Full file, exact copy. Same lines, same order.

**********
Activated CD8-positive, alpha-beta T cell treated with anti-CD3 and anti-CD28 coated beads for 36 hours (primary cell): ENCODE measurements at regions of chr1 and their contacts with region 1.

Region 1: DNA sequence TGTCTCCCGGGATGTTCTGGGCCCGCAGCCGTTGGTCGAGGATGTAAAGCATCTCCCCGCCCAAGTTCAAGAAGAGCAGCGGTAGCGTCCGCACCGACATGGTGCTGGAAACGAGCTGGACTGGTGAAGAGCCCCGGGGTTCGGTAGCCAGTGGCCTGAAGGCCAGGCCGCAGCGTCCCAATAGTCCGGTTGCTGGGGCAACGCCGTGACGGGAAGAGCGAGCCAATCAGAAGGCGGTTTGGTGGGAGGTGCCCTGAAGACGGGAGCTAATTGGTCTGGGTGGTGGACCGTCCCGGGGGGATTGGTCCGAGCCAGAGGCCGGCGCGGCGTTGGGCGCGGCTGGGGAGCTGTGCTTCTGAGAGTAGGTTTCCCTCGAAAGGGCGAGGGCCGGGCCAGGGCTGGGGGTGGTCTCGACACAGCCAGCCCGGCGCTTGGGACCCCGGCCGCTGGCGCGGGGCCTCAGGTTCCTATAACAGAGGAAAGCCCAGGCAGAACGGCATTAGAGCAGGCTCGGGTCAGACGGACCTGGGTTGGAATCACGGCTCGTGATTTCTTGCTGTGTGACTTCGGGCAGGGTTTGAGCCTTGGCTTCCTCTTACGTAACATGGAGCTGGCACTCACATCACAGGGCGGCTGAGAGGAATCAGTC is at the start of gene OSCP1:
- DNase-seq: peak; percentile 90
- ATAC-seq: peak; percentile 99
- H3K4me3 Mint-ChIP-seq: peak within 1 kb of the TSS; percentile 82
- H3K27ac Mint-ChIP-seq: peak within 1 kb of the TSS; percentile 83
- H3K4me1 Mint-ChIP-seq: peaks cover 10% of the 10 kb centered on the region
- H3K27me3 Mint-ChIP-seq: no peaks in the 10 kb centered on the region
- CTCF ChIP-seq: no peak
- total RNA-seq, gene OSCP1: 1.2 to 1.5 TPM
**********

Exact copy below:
Activated CD8-positive, alpha-beta T cell treated with anti-CD3 and anti-CD28 coated beads for 36 hours (primary cell): ENCODE measurements at regions of chr1 and their contacts with region 1.

Region 1: DNA sequence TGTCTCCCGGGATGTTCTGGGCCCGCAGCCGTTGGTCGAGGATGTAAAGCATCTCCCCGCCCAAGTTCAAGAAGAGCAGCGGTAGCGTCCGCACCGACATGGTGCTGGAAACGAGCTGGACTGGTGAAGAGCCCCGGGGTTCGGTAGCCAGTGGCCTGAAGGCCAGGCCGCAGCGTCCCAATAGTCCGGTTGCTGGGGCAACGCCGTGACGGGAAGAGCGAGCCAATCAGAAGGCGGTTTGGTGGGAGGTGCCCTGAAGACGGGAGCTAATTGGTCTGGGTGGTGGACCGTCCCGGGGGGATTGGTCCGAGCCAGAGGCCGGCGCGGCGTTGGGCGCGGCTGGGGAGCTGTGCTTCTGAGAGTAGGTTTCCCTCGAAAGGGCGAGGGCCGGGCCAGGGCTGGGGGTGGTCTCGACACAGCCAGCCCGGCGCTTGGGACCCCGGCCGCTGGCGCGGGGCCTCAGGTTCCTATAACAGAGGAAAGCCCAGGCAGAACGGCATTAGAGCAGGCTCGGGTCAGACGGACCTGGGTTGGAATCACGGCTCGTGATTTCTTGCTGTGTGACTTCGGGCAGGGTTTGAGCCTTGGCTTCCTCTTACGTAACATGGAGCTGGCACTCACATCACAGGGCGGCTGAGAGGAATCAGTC is at the start of gene OSCP1:
- DNase-seq: peak; percentile 90
- ATAC-seq: peak; percentile 99
- H3K4me3 Mint-ChIP-seq: peak within 1 kb of the TSS; percentile 82
- H3K27ac Mint-ChIP-seq: peak within 1 kb of the TSS; percentile 83
- H3K4me1 Mint-ChIP-seq: peaks cover 10% of the 10 kb centered on the region
- H3K27me3 Mint-ChIP-seq: no peaks in the 10 kb centered on the region
- CTCF ChIP-seq: no peak
- total RNA-seq, gene OSCP1: 1.2 to 1.5 TPM